‘VOLCANIC ERUPTION’:：Insecurities about the future in terms of obtaining jobs and a devaluation of college degrees are fueling the students’ protests, educators said
By Rachel Lin, Kan Chih-chi and Stacy Hsu / Staff reporters, with staff writer
Sun, Mar 30, 2014 - Page 3
Several educators yesterday said the ongoing student movement against the cross-strait service trade agreement was galvanized by the younger generation’s fear that the pact could in effect flush their college diplomas down the toilet and add to the uncertainty of their future.
They made the remarks at a press conference on the nation’s widening education-jobs gap yesterday as the students’ unprecedented occupation of the legislature entered its 12th day.
Taipei Municipal Zhongshan Girls High School teacher Tuan Hsin-yi (段心儀), who is also a member of the Forum on Checking Educational Reform, said youngsters nowadays were devastated by the lack of hope for their future as the country continued to be plagued by problems of overworking, rocketing property prices and plummeting salaries.
“The student movement is just the first wave of a series of ‘volcanic eruptions,’” Tuan said.
National Taiwan University (NTU) College of Social Sciences Dean Lin Hui-lin (林惠玲) said just one-third of the 10.7 million students entering the employment market in 2011 had obtained jobs that required a college degree.
“In addition, about 600,000 of the 4 million students who graduated from college were forced to settle for jobs that junior or senior-high school graduates would qualify for,” Lin said.
NTU Institute of Applied Mechanics professor Wang Li-sheng (王立昇) attributed the growing education-jobs gap to the government’s policy to establish many senior-high schools and universities across the country.
“Thirty years ago, the country produced only about 28,000 college graduates each year, but that number has climbed dramatically to 230,000 at present. If the number of students graduating from postgraduate schools every year is also counted, the figure could stand at more than 300,000,” Wang said.
Yet because the industry’s demand for college graduates has not increased much over the past two decades, the imbalance has led to a severe depreciation of college degrees, Wang said.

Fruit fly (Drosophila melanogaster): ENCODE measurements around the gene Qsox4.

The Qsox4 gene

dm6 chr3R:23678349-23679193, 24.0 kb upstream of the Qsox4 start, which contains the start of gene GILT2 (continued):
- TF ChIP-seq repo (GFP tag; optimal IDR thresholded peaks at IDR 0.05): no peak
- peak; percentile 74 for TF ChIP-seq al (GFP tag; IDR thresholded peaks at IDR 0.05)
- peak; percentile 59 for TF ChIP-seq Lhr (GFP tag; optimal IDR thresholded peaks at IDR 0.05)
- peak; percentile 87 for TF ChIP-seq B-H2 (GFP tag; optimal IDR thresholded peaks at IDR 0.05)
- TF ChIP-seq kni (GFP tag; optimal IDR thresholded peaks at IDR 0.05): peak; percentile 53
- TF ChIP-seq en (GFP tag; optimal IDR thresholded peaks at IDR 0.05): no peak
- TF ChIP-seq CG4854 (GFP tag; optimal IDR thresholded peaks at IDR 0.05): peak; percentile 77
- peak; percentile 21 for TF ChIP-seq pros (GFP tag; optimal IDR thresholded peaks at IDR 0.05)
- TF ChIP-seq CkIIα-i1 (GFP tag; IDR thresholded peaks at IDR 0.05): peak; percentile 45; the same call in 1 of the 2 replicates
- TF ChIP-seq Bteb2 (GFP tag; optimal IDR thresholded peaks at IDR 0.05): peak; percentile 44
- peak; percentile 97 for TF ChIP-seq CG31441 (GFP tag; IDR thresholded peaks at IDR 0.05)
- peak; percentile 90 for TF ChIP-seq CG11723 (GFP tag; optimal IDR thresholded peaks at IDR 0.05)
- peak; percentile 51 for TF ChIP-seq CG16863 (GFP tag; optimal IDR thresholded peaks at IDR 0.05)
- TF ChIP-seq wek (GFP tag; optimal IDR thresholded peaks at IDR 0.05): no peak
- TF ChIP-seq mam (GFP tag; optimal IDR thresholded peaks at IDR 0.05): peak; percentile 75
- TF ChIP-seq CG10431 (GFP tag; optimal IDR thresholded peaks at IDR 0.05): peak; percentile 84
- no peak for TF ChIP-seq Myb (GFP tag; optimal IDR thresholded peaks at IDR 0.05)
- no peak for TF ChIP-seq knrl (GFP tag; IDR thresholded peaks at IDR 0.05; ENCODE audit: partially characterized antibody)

“Take the manufacturing industry as an example. Most college graduates aim for jobs as a technician or an engineer, but these positions account for less than 30 percent of the 2 million jobs offered by the industry,” Wang said, adding that the lack of suitable positions often forced college graduates to accept low-level jobs in labor-intensive sectors.
Meanwhile, about 73 percent of the respondents to a survey released by the online job board yes123 yesterday expressed concern about their job opportunities being hindered by the cross-strait treaty, with 26.4 percent not concerned.
About 65.7 percent of respondents worried that their salaries could be affected, while 34.3 percent said they were not worried.
The poll also found that most first-time job seekers looked for jobs through job-matching Web sites (48.4 percent) and began their application process before they graduated or had completed their compulsory military service (78.2 percent).
About 38.4 percent of those polled found job-hunting more difficult than a year ago, while 37.3 percent had a lower salary expectation this year compared with a year ago.
Despite an uncertain future, about 30 percent of respondents were willing to spend up to three years pursuing their dreams, including studying abroad, cultivating a second speciality and starting a business venture.
The poll was conducted between March 20 and Wednesday and collected 692 valid samples.
It had a margin of error of 3.73 percentage points.